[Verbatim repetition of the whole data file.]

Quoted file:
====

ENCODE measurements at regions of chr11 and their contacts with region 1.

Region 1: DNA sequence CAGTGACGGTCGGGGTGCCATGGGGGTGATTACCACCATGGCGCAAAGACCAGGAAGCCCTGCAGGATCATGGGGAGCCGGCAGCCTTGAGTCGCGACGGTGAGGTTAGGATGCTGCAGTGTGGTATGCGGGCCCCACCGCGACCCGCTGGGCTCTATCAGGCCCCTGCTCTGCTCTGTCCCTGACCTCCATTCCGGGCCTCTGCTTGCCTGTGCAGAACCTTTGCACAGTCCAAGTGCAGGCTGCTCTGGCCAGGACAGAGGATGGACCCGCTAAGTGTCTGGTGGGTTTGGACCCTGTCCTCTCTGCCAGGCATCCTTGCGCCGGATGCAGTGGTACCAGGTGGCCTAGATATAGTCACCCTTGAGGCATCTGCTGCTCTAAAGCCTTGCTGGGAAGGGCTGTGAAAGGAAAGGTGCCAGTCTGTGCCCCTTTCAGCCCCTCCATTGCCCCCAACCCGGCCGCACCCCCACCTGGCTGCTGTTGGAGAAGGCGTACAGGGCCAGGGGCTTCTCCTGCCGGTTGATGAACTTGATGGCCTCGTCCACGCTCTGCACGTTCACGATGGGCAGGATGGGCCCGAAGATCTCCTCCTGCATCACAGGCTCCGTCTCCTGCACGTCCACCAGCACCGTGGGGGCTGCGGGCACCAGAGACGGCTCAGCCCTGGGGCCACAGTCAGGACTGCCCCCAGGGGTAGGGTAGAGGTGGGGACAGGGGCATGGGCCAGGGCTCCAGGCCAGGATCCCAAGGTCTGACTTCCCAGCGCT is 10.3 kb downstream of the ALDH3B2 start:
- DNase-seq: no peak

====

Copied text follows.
ENCODE measurements at regions of chr11 and their contacts with region 1.

Region 1: DNA sequence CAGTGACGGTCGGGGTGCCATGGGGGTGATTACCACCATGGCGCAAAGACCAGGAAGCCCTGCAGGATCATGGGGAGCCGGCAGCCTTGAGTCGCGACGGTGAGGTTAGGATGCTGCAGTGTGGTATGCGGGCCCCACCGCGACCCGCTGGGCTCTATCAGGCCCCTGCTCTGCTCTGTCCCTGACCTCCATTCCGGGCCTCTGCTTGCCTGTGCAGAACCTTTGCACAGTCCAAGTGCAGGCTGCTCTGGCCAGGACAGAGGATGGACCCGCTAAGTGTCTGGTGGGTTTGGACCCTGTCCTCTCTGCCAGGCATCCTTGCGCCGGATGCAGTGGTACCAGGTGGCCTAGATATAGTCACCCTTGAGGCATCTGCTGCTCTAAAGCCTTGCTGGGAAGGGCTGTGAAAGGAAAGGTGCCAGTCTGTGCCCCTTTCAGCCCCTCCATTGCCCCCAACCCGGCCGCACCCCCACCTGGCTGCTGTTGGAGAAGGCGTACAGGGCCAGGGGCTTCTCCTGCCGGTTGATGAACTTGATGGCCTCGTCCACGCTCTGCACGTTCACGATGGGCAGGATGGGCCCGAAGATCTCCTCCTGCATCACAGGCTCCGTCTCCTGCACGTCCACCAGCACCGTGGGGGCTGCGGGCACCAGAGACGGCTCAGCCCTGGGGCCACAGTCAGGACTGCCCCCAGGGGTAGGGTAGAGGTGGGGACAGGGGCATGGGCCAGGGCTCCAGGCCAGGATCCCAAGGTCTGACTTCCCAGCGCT is 10.3 kb downstream of the ALDH3B2 start:
- DNase-seq: no peak